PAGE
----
How To Plan A Profitable
Small Town Christmas (Part I)


by Tom Egelhoff

Sorry to bring it up but that time of year is here again. Time to get ready for a booming holiday season. How do I know it will be booking? Because I, not the consumer, or the economy or the media, have control over the kind of Christmas sales figures I want to achieve.

The mistake most businesses make is that they just buy some extra stock, advertise a little more, open the doors and cross their fingers. I would much rather control what happens in my business. In this article I'll give you a few ideas to help you do that.

You can't begin to achieve a profitable holiday season unless you define what that means to you. Do you want a 10% increase over your normal sales figures? 20%? 50%? You can't plan unless you know how much business you would like to do. Take a page from Charles Dickens and start by looking at Christmas past.



Look At Christmas Past

What were your sales last year? Which days were your best days? If you don't know those figures start keeping track of them this year. How many weekends did you have last year? In 2003 there were 26 shopping days from the day after Thanksgivings until Christmas Eve and only four Fridays. This year there are 29 shopping days and five Fridays because of the leap year, which will add three more shopping days profits to your coffers.

And it doesn't stop there. Again, because of the leap year, Christmas is on a Saturday, which will give shoppers a full shopping (translation: planning) week before Christmas and a full week for after Christmas sales to further enhance your bottom line before the end of the year. As you can see there are already some positive things to plan for.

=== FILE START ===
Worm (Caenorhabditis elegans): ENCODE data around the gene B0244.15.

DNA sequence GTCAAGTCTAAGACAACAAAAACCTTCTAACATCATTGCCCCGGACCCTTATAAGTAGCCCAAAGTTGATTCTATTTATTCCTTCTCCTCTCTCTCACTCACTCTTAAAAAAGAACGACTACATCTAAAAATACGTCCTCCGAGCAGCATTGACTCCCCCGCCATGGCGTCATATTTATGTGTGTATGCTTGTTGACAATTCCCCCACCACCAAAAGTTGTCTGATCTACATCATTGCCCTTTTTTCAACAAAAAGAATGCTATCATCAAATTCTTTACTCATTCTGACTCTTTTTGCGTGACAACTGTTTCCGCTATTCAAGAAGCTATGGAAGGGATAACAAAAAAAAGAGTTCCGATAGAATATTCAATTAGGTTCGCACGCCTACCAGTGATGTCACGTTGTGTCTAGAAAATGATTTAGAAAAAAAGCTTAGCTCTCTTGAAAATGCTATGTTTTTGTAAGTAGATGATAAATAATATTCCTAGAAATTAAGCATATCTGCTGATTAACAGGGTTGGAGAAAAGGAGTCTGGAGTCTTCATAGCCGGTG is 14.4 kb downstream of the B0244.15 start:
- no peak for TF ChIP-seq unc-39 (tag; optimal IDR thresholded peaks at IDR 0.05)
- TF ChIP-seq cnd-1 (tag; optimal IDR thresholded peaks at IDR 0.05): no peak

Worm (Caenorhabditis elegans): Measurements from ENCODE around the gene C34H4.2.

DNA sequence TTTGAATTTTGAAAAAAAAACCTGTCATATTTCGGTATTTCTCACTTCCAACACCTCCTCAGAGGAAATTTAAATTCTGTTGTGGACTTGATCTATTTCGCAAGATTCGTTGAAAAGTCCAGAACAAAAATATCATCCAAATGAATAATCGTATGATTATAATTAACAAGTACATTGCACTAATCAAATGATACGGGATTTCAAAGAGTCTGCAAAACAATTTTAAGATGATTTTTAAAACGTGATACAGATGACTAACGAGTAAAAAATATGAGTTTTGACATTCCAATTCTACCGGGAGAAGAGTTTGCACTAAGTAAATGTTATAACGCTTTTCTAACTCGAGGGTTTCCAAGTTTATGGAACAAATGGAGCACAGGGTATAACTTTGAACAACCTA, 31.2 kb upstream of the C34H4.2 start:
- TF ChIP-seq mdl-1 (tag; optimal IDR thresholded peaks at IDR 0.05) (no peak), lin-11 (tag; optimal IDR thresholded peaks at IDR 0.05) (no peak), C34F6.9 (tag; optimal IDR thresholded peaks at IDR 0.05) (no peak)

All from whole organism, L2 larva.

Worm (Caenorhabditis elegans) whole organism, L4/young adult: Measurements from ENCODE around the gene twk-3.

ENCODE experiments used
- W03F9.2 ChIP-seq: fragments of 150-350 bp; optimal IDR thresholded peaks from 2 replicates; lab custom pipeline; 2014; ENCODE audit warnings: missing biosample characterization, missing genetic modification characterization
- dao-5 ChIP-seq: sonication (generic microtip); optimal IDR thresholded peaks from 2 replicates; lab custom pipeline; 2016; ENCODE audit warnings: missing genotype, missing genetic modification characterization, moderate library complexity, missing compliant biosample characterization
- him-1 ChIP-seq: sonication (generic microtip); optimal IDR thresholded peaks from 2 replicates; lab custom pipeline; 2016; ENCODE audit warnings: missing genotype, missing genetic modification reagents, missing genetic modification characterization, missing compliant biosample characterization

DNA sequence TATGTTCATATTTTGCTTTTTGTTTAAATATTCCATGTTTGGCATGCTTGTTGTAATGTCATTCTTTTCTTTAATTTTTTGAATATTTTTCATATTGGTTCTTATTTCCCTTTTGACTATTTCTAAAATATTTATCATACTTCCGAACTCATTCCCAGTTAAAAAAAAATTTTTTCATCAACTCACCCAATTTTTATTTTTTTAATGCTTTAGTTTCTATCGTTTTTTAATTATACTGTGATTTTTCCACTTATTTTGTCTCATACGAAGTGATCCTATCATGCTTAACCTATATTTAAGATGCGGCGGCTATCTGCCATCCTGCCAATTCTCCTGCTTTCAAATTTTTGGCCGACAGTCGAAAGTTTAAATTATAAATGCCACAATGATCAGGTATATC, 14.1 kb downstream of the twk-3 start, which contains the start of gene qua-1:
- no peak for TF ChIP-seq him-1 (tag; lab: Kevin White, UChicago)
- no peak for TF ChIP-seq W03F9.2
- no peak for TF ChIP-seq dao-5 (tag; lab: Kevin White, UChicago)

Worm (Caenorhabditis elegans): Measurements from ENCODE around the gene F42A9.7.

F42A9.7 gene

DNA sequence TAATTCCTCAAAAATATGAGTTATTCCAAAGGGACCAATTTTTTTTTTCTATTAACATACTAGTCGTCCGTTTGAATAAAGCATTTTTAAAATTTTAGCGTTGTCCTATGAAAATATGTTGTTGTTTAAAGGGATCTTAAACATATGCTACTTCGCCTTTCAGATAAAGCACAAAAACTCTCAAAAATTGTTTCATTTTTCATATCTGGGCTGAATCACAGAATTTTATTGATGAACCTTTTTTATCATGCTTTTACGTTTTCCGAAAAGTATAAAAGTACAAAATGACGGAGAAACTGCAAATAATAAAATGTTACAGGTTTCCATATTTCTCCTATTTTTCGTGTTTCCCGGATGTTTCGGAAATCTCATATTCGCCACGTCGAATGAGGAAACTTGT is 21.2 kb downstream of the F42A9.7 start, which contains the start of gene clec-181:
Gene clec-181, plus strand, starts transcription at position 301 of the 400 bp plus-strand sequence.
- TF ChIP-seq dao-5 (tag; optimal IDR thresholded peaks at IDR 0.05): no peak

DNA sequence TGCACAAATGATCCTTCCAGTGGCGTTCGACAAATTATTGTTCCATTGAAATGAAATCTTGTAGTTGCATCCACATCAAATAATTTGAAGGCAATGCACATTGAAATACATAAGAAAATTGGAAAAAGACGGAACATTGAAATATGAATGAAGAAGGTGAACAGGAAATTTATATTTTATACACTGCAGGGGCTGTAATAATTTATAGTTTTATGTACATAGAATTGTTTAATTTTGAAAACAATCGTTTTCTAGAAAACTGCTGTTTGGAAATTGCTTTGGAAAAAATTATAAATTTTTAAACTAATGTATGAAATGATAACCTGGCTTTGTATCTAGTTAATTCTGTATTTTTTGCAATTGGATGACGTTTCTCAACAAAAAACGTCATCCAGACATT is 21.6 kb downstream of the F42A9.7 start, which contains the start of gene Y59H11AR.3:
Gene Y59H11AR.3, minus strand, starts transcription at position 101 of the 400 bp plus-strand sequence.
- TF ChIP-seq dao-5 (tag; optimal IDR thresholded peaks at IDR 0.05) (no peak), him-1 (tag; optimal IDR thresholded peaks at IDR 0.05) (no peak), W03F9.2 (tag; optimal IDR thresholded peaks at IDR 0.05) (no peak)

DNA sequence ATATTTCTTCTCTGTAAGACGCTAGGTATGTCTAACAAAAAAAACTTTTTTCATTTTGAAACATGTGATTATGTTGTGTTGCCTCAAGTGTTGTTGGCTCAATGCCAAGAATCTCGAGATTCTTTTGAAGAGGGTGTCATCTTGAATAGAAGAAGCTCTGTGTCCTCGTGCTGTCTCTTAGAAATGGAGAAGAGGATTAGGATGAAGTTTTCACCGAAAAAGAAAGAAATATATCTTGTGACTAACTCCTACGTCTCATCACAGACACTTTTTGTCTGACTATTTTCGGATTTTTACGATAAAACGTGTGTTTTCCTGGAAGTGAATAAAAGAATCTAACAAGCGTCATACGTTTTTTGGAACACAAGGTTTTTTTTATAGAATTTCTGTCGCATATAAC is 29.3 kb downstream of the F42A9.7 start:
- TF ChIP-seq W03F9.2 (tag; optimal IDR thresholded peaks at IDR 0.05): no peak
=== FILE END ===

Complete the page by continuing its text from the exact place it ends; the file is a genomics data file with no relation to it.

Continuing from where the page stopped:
Here are six suggestions for the next six weeks to help bring in more holiday business.

1. Pay attention to TV and discount stores. Wal-Mart and others are already starting to stock holiday fare. Look at what they are buying. You don't want the same things in your business at higher prices. Stock some similar items that are better quality and more profitable. You're not a discount store the rest of the year; don't act like one at Christmas.

2. Start training your employees now, not later. Get them aquatinted with the products you are bringing in. What are the benefits of each item? They not only need to know those things but what items can be packaged together. You should never sell a suit without sox, shirts, ties, tie tacks, shoes, etc.

3. Start planting subtle seeds now that will grow into profits later. Create displays of potential gift items in conspicuous places in your store. Don't use blatant signage that the holidays are coming just let customers subconsciously file these ideas away for later.

4. Create shopping lists for your customers in categories. For example, "Gifts for Dad $10-$50." Who would buy their Dad a $10.00 gift? Most shoppers will want to see all the items on your suggested list and probably buy something middle to higher value. Remember the hardest part of Christmas shopping is coming up with what to buy for each person on his or her list.

Make it easy for them to do that in your store. I would even publish them in the newspaper so people can cut them out and bring them in. And please make sure all employees know each item on each list cold.

5. Do you know the demographics of your neighborhood? Type your zip code into http://www.melissadata.com/Lookups/TaxZip.asp. This will give you a general idea of how many people in your zip code are married, under 30, 30-45, 45-60, and over 60. It will also give you an idea of their incomes. You may be surprised at the average income in your zip code.

6. Don't forget about co-op advertising from your suppliers. Start asking now so you can get ads designed and approved before you have to run them. Also ask sales reps about in-store demonstrations of products and service they offer. Most are on commission and the more you sell the better it is for them so make them work a little.

As you can see there are a lot of things to consider when it comes to holiday success. But I think that you will have to agree that you have more control than you think about the profits that are possible with the right planning and knowledge. Next month I'll go into more things you can do to increase sales, as the holidays get closer.


See: "How To Plan A Profitable Small Town Christmas" Part II


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